This issue of the Journal of Experimental Medicine celebrates and honors the life of Ralph Steinman (1943–2011), winner of the 2011 Nobel Prize in Physiology or Medicine. Ralph’s science was rooted in fundamental discovery with the goal of translating these findings into clinical medicine. He recognized the power of immunology in treating human disease and passionately championed studies on vaccine design, immune therapy, and human immunology. One particular collaborative effort between the Steinman and Sekaly laboratories resulted in a paper published in this issue of the journal.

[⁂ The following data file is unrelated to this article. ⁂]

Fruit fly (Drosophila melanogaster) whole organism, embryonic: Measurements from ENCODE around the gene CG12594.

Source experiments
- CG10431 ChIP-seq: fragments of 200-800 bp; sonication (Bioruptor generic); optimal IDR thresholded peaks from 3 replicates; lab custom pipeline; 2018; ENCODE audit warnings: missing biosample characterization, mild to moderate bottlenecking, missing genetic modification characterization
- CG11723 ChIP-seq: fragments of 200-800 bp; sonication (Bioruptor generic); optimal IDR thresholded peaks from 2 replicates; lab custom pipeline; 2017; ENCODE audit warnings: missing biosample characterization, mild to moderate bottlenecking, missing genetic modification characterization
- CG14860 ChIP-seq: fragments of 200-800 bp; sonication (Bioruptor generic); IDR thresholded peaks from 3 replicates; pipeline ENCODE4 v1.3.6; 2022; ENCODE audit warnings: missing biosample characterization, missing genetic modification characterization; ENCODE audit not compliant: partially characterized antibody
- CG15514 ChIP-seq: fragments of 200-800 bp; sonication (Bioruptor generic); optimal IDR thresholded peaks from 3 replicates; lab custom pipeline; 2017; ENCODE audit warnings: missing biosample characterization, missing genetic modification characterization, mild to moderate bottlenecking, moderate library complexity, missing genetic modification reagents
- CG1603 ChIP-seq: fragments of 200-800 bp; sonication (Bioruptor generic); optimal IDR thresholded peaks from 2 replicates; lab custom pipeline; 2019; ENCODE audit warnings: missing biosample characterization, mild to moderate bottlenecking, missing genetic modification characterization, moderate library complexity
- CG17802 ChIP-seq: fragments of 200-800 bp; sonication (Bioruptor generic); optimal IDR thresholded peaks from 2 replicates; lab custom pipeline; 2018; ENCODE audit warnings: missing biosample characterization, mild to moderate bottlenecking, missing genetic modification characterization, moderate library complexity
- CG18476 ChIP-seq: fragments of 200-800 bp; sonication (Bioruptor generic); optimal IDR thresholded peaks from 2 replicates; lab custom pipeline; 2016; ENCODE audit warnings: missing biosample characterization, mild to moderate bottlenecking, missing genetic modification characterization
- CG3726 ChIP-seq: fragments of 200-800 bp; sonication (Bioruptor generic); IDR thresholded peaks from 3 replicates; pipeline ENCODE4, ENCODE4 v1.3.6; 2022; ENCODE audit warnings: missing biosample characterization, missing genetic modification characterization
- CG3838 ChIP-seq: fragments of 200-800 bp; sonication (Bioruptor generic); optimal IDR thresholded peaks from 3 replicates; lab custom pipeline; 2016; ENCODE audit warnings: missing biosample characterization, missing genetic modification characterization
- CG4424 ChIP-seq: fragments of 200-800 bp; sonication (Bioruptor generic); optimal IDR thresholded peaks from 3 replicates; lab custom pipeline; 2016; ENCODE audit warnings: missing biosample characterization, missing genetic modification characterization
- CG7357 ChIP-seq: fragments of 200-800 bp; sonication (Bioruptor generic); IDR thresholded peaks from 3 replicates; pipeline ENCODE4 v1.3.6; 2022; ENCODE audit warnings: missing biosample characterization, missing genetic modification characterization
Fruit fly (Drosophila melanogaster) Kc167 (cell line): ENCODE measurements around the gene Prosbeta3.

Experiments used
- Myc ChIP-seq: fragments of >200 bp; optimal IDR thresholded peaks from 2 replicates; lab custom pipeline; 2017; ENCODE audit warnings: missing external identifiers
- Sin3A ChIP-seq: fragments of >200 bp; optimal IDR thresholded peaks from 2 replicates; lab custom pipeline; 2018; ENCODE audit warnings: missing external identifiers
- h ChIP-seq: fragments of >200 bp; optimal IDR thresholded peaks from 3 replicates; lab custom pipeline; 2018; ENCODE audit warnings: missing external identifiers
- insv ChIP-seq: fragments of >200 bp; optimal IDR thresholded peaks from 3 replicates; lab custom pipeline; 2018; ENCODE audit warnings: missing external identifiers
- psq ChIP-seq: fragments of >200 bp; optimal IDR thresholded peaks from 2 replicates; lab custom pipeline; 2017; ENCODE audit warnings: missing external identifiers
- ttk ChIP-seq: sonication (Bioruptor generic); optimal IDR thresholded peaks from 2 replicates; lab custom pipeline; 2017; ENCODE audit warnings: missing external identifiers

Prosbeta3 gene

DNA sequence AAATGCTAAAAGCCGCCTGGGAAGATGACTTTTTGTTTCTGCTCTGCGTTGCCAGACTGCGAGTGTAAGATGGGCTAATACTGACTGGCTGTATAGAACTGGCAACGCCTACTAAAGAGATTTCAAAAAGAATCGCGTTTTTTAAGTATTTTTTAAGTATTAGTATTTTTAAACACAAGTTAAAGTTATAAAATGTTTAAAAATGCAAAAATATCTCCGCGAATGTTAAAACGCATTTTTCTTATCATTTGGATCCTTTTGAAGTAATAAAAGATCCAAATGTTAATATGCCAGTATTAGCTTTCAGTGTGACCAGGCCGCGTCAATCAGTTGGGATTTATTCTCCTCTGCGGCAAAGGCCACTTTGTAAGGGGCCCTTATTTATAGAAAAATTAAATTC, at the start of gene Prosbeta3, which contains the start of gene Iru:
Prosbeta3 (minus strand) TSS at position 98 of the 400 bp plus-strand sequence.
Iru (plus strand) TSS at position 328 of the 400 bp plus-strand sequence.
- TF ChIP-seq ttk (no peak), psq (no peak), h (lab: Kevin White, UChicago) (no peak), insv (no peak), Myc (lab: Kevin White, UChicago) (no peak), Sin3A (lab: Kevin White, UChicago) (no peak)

Clinicians face formidable challenges in working with male perpetrators of domestic violence. Many treatment programs use a confrontational approach that emphasizes male entitlement and patriarchal societal attitudes, without honoring the genuine psychological pain of the abusive male. Although some men with strong psychopathic tendencies are almost impossible to treat, the majority of spouse-abusing males respond best to an empathic, client-centered, self psychological approach that also includes education about sociocultural issues and specific skill building. Understanding the deprivations in mirroring selfobject functions from which these men typically suffer facilitates clinical treatment response. While insisting that men take full responsibility for their abusive behavior, treatment approaches can still be most effective by addressing inherent psychological issues. Group leaders who can offer respect for perpetrators' history, their experience of powerlessness, and their emotional injuries in primary relationships are more likely to make an impact.(The Journal of Psychotherapy Practice and Research 1999; 8:129–141)